“I have been here for the past 15 years, before I was appointed as the hospital’s general director,” Abdel Nabi said. “I used to personally receive some Gaza patients. I am well-aware of the problems, which are divided into two main parts. One is related to us and the second to the patients themselves. The problem with our Palestinian brothers is that they think they are coming here to immediately be treated. Our problem is that most of Gaza patients need cancer treatment or surgical operations or follow-up from surgery they had gone through over there back in Gaza.

“We have instructions from high-ranking officials that Palestinian patients should be given priority in terms of medication and we do our best to give the best care,” he added. “However, I admit that in recent years, Gaza patients have been left ignorant about their own conditions — that’s why these patients stay anxious and worried for several days without being informed by the hospital about the facts of their conditions.”

Abdel Nabi added that the hospital has a limited number of specialists in particular medical conditions.

“For instance, those who are expert at taking a test sample from the brain or the spinal cord, are few in Egypt,” Abdel Nabi said. “The hospital has been working on a contract basis with these few doctors and they happen to work for us for one day a week. Sometimes, a particular doctor is delayed for a reason or another, so we and the patients alike should wait for him or her. We are concerned here about good-quality treatment of Gaza patients and patients from other countries.”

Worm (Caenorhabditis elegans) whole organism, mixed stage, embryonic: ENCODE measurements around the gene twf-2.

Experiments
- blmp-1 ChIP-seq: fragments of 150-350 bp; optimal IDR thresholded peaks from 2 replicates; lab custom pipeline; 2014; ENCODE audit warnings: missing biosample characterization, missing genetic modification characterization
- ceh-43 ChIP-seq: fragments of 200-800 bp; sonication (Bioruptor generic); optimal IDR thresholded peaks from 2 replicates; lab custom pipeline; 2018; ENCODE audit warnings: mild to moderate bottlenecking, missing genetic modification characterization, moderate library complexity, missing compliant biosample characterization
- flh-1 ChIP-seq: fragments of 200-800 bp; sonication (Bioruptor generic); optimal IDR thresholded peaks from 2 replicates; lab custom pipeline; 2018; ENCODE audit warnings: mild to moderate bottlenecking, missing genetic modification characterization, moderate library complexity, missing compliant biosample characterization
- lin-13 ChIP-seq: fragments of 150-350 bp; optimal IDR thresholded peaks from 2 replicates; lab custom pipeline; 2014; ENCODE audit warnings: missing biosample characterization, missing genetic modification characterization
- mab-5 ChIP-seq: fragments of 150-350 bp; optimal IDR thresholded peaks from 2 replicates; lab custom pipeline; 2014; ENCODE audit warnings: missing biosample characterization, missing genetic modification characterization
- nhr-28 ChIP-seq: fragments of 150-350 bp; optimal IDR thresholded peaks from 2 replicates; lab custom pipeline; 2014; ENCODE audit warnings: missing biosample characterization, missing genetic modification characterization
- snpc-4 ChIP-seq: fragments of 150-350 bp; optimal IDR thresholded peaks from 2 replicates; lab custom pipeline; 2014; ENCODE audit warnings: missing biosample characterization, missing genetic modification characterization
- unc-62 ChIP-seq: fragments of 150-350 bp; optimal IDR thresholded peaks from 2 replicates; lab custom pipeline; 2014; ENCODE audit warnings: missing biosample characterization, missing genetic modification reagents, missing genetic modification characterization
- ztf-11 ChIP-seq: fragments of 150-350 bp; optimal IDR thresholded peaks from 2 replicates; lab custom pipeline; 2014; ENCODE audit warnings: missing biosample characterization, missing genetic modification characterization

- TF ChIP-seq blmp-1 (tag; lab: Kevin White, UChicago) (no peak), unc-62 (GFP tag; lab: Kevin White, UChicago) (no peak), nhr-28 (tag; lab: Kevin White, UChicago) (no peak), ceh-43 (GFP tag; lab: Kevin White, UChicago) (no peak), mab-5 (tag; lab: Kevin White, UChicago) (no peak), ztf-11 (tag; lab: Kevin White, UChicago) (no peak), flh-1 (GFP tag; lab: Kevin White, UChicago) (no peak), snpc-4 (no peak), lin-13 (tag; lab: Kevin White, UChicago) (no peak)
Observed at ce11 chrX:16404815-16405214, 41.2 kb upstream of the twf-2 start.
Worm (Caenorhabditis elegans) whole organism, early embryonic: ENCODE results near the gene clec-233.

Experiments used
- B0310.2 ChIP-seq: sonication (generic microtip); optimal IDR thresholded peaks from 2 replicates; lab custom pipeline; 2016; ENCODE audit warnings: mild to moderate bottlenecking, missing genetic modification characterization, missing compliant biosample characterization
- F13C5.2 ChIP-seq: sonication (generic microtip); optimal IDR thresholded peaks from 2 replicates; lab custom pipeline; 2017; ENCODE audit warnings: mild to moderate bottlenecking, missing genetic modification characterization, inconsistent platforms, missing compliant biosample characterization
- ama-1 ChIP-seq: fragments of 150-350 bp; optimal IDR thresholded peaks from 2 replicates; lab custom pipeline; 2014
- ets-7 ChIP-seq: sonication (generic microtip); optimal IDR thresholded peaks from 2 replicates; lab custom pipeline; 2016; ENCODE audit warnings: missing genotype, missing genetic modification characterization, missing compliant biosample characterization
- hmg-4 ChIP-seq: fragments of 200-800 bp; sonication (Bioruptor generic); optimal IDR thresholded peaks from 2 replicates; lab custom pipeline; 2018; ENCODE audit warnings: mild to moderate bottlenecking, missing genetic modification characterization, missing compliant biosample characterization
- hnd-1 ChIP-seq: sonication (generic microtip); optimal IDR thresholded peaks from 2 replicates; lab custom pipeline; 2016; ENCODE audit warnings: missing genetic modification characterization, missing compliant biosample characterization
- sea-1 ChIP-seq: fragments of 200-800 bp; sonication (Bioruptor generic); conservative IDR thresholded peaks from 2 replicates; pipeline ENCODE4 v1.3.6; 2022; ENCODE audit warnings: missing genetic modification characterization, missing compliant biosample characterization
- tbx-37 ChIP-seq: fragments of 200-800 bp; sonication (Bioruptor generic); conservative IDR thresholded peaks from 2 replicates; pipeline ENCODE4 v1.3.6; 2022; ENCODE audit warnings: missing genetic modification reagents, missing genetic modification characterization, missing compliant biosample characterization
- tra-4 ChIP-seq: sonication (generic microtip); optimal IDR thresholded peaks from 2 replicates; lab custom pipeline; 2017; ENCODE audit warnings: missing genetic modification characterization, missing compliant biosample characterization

“The hospital has a total of 950 beds and the occupancy is 100 percent,” Abdel Nabi explained. “The problem is that a patient who comes here believes he or she will be admitted immediately. Therefore, we give priority to the most urgent cases, while those who can wait can be treated at out-patient clinics at the hospital.”

Gaza patients left with few options

Since Israel began enforcing a blockade on the Gaza Strip in 2007, Egyptian authorities at the Rafah crossing border terminal have allowed urgent cases of Gaza patients to hospitals inside Egypt. But it was only after the Israeli attacks on Gaza in December 2008 and January 2009 that Egypt began to allow higher numbers of Palestinians from Gaza into the country to receive treatment in Egyptian hospitals.

A July 2011 report by the World Health Organization (WHO) states that 4,843 patients from Gaza were referred to treatment centers in Egypt last year. The WHO found that patients often encountered delays in reaching Egypt, due to closure of the Rafah crossing. It also said that because Gazans had to bear the cost of medical treatment in Egypt themselves, traveling to Egypt for medical care was “unaffordable for the vast majority of Gaza’s impoverished population.”

The rate of referrals for hospital patients from Gaza rose in the second half of 2010, compared to the first six months of that year, the WHO found, citing the “opening of the Rafah crossing in June 2010” as the reason for the increase. The WHO found that referrals are especially high for male patients aged 18 to 40. Whereas such men have some chance of being allowed to enter Egypt, they have less than a 50 percent chance of being allowed through the Erez checkpoint at the boundary between Israel and Gaza. As a result, Gaza doctors tend to refer young men to Egyptian hospitals, rather than requiring them to travel via Israel for treatment (“Referral of patients from Gaza,” World Health Organization, 14 July 2011).

Meanwhile, there is no immediate solution for Gaza patients seeking urgent medical treatment.

“What will I do?” Wadi asked rhetorically. “The doctor at the leukemia clinic instructed me to go tomorrow morning to the outpatient clinic for leukemia treatment and then to the pain clinic to get the painkillers I need until I am admitted to his department. Maybe this will take one day, two days or one week. I hope I don’t have to wait long, for I am really suffering a lot.”

Rami Almeghari is a journalist and university lecturer based in the Gaza Strip.